Stock level beta is an area of potential confusion. For example, development can often be referred to as a source of alpha in a given portfolio. This is incorrect, as development in itself is a more risky property strategy and should be reflected by a higher beta, whereas development alpha is obtained by outperforming development managers. Thus there is a continuum of asset level risk ranging from ground rent investments, to assets with leasing risk and high vacancy, to speculative developments, all of which should have a hierarchical range of assigned betas.
Fund structure is a factor specific to property held in a vehicle or wrapper. This factor will have an impact on the returns from listed property companies, and from unlisted funds, alike. There are two main drivers of the fund structure impact: fund expenses and management fees; and leverage. Pure leverage is a beta (risk) generating activity. Expenses and fees simply limit the impact of that beta contribution.
Finally, closed-ended unlisted funds draw capital from investors over a period of time that could be as much as three to four years. The timing of the drawdown is within the manager's control, meaning that using the money-weighted return or IRR approach is appropriate for performance measurement. However, benchmarks are typically calculated on a time-weighted basis, therefore the difference can be attributed to investment timing and fund drawdowns.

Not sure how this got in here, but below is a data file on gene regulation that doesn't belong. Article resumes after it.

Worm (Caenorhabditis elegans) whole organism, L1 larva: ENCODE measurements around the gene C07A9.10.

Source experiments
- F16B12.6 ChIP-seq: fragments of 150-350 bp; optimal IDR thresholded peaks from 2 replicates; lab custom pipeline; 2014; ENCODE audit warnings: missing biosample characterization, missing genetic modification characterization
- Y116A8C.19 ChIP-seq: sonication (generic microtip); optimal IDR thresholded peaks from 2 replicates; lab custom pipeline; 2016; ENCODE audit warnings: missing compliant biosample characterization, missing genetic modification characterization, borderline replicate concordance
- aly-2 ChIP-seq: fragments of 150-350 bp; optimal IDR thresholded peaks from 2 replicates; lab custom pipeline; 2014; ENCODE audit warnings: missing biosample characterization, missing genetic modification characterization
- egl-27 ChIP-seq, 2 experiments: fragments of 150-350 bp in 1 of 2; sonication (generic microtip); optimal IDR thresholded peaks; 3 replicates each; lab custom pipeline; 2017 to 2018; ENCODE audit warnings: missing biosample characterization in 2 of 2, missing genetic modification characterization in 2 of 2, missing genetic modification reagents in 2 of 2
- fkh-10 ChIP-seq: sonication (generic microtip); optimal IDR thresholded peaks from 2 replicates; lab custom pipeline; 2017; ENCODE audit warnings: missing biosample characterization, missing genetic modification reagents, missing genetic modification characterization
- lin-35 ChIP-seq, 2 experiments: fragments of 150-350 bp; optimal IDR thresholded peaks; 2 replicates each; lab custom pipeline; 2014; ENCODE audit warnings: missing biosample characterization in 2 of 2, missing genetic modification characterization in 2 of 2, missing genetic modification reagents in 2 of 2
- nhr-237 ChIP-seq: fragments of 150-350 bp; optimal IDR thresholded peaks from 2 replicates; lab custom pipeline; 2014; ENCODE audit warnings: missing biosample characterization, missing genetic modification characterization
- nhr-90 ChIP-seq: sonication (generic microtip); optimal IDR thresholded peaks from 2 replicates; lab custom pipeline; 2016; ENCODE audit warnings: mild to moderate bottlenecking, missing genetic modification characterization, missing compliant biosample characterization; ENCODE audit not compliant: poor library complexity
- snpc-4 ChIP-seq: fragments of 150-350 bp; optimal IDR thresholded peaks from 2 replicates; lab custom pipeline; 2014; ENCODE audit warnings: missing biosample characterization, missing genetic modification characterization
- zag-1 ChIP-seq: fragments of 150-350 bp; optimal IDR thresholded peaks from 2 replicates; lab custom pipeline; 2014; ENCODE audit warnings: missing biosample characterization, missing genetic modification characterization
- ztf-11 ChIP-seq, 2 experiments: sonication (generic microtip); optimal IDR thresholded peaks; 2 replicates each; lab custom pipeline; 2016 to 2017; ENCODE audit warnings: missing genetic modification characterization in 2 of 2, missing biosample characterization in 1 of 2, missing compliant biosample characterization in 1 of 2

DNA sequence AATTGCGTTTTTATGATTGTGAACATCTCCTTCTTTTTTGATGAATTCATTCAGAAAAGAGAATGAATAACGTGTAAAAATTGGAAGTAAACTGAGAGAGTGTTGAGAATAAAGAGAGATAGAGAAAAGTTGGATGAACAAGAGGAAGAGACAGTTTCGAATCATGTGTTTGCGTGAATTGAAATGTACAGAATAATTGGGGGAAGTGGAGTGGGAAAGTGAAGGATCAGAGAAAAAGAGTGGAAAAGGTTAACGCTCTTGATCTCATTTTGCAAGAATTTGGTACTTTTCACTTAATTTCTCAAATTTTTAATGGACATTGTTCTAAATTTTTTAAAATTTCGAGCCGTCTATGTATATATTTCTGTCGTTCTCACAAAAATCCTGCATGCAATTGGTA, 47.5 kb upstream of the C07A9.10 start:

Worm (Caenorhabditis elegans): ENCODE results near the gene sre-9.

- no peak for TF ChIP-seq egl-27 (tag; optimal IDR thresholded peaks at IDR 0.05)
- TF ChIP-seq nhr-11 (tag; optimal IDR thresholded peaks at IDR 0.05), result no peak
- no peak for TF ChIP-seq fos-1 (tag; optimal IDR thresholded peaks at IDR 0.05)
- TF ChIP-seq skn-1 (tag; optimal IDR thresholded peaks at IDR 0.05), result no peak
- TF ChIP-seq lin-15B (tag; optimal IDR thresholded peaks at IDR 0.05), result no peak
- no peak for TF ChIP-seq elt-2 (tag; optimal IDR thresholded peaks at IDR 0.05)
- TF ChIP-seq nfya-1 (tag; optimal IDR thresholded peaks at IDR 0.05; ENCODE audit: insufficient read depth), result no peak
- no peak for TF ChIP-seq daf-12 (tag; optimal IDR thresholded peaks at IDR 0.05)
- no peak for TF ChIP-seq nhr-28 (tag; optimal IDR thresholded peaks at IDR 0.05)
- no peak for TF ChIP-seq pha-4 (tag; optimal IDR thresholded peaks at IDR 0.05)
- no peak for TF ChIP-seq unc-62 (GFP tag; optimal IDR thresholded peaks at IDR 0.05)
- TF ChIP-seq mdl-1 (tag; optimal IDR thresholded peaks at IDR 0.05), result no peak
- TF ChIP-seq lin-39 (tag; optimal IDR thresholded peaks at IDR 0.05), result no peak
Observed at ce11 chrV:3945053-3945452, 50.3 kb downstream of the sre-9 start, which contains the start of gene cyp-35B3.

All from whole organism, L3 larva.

Thus a four-tier return attribution framework for property funds can be used which attributes performance to portfolio structure, stock, fund structure and timing. None of the above is intended to suggest that isolating and measuring alpha or beta will be easy or non-controversial. The choice and/or availability of benchmarks, in particular, are limiting factors. Judging whether greater risk is being taken at the portfolio structure or stock level will be a matter of opinion and it therefore requires a pragmatic approach.
We examined a fully liquidated closed-ended value-add UK-focused unlisted fund, which employed around 60% financial leverage over its life. Compared with the IPD Index the fund produced relative outperformance, at the direct property level, of 1% per annum over a five-year period. The manager under-performed due to portfolio structure by almost 2% per annum, but outperformed due to stock selection. The fund had concentrated segment exposures, thus we could conclude that the manager had outperformed by concentrating in segments where they had particular expertise.
The CAPM model showed an alpha of zero and a relatively high beta. This suggests that much of the outperformance via specialisation delivered was a result of incremental risk-taking or higher beta. The high beta reflects the level of gearing at the fund level, and the asset level and portfolio structure risk.
Other studies in this area have also been unable to find significant and consistent alpha, except in a very small number of cases. However, we would also add that executing higher risk or value-add/opportunistic strategies is a skill in itself and finding managers that can demonstrate that they can do this consistently is not easy.
We would suggest that a full analysis of fund performance will require the use of both performance attribution approaches and both a professional and pragmatic interpretation of the results. Just understanding how a manager delivered past performance is a crucial aspect of any prospective fund's due diligence process. For instance, "did the manager simply benefit from the market return or did they execute their stated business plans?" is an important question that needs to be answered in assessing the capability of a particular manager.